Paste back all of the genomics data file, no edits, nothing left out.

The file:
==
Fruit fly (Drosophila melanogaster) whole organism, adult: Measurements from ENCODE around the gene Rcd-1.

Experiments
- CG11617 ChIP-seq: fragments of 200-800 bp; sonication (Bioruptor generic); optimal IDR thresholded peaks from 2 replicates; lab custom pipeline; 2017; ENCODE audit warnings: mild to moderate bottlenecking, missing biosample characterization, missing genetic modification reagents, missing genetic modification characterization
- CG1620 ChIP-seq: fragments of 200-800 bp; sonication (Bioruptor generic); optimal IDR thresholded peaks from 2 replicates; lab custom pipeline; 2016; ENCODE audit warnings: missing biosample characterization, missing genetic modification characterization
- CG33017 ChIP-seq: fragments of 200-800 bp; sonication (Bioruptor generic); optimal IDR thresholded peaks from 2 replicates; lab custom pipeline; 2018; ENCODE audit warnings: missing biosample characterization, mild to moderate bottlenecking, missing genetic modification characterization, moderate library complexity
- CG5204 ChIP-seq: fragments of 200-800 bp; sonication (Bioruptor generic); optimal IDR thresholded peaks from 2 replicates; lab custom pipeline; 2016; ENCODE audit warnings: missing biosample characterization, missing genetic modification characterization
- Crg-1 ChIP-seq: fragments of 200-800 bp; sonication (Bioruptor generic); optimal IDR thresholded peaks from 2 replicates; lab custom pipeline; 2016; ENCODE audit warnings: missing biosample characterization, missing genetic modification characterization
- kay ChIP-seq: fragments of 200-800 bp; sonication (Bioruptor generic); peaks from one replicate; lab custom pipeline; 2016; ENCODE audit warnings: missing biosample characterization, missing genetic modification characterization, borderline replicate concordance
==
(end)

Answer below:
Fruit fly (Drosophila melanogaster) whole organism, adult: Measurements from ENCODE around the gene Rcd-1.

Experiments
- CG11617 ChIP-seq: fragments of 200-800 bp; sonication (Bioruptor generic); optimal IDR thresholded peaks from 2 replicates; lab custom pipeline; 2017; ENCODE audit warnings: mild to moderate bottlenecking, missing biosample characterization, missing genetic modification reagents, missing genetic modification characterization
- CG1620 ChIP-seq: fragments of 200-800 bp; sonication (Bioruptor generic); optimal IDR thresholded peaks from 2 replicates; lab custom pipeline; 2016; ENCODE audit warnings: missing biosample characterization, missing genetic modification characterization
- CG33017 ChIP-seq: fragments of 200-800 bp; sonication (Bioruptor generic); optimal IDR thresholded peaks from 2 replicates; lab custom pipeline; 2018; ENCODE audit warnings: missing biosample characterization, mild to moderate bottlenecking, missing genetic modification characterization, moderate library complexity
- CG5204 ChIP-seq: fragments of 200-800 bp; sonication (Bioruptor generic); optimal IDR thresholded peaks from 2 replicates; lab custom pipeline; 2016; ENCODE audit warnings: missing biosample characterization, missing genetic modification characterization
- Crg-1 ChIP-seq: fragments of 200-800 bp; sonication (Bioruptor generic); optimal IDR thresholded peaks from 2 replicates; lab custom pipeline; 2016; ENCODE audit warnings: missing biosample characterization, missing genetic modification characterization
- kay ChIP-seq: fragments of 200-800 bp; sonication (Bioruptor generic); peaks from one replicate; lab custom pipeline; 2016; ENCODE audit warnings: missing biosample characterization, missing genetic modification characterization, borderline replicate concordance